MAR 02, 2023 12:04 PM PST

Scientists Discover a Cell That Can Promote Blood Vessel Formation

WRITTEN BY: Carmen Leitch

Scientists have discovered a novel type of cell called the vasculogenic fibroblast, which can be found in mice and humans. While blood vessels have been known to be created by endothelial cells, this study has shown that vasculogenic fibroblasts can also generate new blood vessels and trigger blood flow there. This work, which has been reported in Nature Communications, may shed new light on how new blood vessels can be produced for therapeutic purposes.

Image credit: Pixabay

Ischemia refers to a reduction in blood flow to tissues or organs, and diseases that involve blood flow limitations, like coronary artery disease or diabetic wounds, are common, noted Chandan K Sen, Ph.D., distinguished professor of surgery at the Indiana University School of Medicine and director of the Indiana Center for Regenerative Medicine and Engineering (ICRME), among other appointments.

If we are going to grow new blood vessels to treat ischemic disease and halt the growth of new blood vessels so tumor growth will be limited, we must have a complete understanding of how the body generates blood vessels. "The discovery of vasculogenic fibroblasts unveils a critical piece of the puzzle that would help targeted therapies," added Sen.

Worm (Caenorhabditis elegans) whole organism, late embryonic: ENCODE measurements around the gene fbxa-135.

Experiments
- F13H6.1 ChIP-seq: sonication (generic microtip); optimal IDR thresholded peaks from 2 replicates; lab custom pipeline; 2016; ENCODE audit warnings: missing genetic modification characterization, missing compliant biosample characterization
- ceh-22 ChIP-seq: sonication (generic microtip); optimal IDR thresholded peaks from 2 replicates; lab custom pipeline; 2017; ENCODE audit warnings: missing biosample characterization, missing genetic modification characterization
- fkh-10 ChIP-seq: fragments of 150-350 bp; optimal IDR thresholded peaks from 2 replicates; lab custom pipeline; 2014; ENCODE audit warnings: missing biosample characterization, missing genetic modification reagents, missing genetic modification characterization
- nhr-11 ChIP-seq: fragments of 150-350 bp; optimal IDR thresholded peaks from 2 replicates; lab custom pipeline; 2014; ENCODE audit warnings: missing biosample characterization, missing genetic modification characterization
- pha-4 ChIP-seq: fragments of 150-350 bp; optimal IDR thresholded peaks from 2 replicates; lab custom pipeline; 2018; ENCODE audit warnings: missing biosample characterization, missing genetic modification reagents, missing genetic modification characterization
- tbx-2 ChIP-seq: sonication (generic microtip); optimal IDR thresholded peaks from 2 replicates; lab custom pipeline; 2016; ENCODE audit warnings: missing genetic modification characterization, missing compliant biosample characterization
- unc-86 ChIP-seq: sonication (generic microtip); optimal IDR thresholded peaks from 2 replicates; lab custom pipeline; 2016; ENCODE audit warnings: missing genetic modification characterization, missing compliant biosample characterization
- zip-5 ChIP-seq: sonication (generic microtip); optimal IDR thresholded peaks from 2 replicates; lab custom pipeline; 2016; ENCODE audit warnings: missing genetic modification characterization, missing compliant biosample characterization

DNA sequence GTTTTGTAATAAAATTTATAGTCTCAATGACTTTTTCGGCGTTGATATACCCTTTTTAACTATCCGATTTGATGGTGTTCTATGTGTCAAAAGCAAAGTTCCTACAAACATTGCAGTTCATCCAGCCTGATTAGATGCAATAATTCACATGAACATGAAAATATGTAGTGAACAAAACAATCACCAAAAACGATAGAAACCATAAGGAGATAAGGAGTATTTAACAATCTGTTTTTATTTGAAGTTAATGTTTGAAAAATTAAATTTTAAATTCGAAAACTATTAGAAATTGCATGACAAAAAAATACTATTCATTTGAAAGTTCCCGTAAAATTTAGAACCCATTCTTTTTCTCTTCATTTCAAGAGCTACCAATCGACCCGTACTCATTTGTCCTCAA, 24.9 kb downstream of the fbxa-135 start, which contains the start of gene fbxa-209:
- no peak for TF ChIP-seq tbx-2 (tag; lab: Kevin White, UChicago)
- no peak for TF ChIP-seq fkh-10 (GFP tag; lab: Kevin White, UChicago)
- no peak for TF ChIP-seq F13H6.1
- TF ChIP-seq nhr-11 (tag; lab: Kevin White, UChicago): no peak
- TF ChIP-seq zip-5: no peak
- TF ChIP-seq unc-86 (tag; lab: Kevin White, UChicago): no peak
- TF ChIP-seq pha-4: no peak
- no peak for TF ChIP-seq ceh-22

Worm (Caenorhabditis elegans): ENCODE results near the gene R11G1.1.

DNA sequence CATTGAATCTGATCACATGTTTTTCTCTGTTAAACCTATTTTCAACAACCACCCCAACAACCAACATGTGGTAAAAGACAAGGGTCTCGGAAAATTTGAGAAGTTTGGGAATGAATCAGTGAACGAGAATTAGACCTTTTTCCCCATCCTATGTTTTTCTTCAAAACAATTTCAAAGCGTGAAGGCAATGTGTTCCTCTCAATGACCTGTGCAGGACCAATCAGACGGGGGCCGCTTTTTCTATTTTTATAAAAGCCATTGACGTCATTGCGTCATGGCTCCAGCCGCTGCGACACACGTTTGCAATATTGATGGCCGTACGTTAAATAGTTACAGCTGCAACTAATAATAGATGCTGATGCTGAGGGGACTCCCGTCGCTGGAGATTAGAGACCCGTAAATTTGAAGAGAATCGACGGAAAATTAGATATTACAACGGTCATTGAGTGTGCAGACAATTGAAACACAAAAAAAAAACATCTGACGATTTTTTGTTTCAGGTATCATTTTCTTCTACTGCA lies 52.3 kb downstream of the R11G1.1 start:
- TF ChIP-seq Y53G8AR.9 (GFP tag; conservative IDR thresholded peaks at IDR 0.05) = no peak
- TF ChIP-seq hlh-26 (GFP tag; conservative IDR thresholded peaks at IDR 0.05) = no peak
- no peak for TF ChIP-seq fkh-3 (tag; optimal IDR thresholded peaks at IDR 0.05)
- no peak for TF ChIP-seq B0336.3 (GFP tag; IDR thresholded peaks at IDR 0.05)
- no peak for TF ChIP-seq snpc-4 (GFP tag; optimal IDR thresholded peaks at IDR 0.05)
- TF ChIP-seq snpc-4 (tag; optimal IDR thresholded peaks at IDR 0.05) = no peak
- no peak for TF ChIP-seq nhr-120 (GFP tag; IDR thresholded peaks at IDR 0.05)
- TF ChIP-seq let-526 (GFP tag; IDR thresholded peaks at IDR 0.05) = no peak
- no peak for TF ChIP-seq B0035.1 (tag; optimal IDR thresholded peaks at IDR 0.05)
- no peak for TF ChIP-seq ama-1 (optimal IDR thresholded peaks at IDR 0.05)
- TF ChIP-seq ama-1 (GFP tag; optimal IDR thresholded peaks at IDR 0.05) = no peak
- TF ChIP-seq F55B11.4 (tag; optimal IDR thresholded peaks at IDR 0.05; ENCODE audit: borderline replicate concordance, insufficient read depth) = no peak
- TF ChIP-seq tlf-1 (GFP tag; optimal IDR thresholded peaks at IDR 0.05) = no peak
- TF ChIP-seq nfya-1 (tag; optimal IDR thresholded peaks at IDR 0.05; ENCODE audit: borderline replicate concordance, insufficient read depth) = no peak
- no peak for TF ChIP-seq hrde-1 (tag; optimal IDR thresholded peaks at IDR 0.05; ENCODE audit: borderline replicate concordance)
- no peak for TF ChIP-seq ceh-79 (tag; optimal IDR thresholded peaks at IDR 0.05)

When a person is injured, the body responds in part by generating vasculogenic fibroblasts, which move to make new blood vessels so that the damaged tissue can be healed. But for some people, such as diabetes patients, the ability to produce vasculogenic fibroblasts is impaired.

In this study, the researchers used a method called tissue nanotransfection (TNT) technology to reprogram diabetic tissue so it would replenish vasculogenic fibroblasts. The investigators observed an improvement in both blood flow and diabetic wound closure. TNT is outlined in the following video.

This study has not only revealed a cell that has been hard at work in the body, it has also showed that TNT and vasculogenic tissue reprogramming can normalize these cells and rescue tissues that have been disrupted because of poor blood supply, noted Sen.

"In less than a second, the TNT nanochip can deliver just one antisense oligonucleotide to the skin and convert cells into vasculogenic cells," Sen said. "This innovative technology is continuing to show promise in providing simple and effective treatment for many different health concerns in many different situations."

Sources: Indiana University School of Medicine, Nature Communications

About the Author
Bachelor's (BA/BS/Other)
Experienced research scientist and technical expert with authorships on over 30 peer-reviewed publications, traveler to over 70 countries, published photographer and internationally-exhibited painter, volunteer trained in disaster-response, CPR and DV counseling.
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